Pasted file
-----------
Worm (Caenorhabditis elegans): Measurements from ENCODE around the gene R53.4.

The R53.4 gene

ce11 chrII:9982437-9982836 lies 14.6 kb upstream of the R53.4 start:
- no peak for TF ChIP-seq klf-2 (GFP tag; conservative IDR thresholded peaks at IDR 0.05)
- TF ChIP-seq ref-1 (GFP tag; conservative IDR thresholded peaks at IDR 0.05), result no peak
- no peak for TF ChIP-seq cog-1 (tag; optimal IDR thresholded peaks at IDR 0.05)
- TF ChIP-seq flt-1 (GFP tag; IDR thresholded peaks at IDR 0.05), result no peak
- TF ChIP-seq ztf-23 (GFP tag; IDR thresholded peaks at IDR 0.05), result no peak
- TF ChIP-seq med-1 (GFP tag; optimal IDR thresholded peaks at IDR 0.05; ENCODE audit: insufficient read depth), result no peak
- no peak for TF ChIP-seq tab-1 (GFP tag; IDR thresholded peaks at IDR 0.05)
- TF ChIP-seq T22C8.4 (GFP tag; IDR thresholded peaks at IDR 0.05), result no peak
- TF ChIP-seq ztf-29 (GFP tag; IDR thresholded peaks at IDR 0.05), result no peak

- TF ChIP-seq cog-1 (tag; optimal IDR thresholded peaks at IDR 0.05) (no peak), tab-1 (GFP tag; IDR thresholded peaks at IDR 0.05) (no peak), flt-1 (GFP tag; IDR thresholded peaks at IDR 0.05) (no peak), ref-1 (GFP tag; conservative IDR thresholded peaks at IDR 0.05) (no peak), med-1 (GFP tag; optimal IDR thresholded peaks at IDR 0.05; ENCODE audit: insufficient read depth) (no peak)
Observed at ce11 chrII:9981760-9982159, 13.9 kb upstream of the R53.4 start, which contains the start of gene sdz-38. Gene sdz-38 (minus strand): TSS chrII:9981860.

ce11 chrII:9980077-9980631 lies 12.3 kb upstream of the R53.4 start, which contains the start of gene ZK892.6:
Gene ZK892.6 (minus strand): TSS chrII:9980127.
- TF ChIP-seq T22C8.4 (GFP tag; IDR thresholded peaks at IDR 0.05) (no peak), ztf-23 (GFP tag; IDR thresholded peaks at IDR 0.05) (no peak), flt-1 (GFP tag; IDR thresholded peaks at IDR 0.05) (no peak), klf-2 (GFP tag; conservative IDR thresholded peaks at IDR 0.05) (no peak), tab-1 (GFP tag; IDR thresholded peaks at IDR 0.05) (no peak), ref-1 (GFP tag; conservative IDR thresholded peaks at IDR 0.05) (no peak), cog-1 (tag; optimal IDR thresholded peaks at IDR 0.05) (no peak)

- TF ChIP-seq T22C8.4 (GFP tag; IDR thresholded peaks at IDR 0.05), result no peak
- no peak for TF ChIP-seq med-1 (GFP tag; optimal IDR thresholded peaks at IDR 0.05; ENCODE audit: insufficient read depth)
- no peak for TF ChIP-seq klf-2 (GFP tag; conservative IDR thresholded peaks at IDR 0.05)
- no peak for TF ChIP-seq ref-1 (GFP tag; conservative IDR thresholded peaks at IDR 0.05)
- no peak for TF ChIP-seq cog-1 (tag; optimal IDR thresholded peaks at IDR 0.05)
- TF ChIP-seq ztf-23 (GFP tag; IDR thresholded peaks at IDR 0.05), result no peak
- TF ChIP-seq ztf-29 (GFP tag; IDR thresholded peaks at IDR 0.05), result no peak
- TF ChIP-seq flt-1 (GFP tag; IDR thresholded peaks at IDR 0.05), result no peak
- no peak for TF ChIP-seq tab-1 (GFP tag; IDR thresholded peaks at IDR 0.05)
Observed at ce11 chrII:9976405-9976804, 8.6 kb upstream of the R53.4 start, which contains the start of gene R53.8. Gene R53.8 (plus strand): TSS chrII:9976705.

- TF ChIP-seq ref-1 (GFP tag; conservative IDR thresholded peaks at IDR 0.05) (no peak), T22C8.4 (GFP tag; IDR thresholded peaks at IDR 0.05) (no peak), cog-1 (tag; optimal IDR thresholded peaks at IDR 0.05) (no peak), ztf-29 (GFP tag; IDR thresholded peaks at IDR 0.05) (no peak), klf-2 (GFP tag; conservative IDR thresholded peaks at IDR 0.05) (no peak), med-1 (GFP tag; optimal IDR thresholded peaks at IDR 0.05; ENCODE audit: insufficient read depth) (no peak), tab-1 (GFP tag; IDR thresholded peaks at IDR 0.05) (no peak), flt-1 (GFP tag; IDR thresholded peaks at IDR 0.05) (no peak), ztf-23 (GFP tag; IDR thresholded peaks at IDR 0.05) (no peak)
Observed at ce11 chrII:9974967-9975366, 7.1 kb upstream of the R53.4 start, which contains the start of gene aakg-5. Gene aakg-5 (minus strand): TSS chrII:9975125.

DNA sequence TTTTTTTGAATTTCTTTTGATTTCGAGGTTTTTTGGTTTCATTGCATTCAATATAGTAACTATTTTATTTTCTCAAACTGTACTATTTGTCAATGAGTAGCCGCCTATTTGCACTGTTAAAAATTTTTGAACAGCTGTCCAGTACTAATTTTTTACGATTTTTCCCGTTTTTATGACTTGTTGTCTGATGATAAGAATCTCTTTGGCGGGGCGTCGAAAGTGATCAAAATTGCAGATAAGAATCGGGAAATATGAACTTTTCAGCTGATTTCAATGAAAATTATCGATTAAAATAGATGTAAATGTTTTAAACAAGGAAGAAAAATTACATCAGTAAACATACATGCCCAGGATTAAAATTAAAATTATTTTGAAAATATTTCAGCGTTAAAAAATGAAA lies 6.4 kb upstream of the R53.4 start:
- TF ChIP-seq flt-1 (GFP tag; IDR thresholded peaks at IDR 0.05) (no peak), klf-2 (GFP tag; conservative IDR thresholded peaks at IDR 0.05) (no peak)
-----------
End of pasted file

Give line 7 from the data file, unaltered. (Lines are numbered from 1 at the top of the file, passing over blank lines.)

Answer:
- TF ChIP-seq flt-1 (GFP tag; IDR thresholded peaks at IDR 0.05), result no peak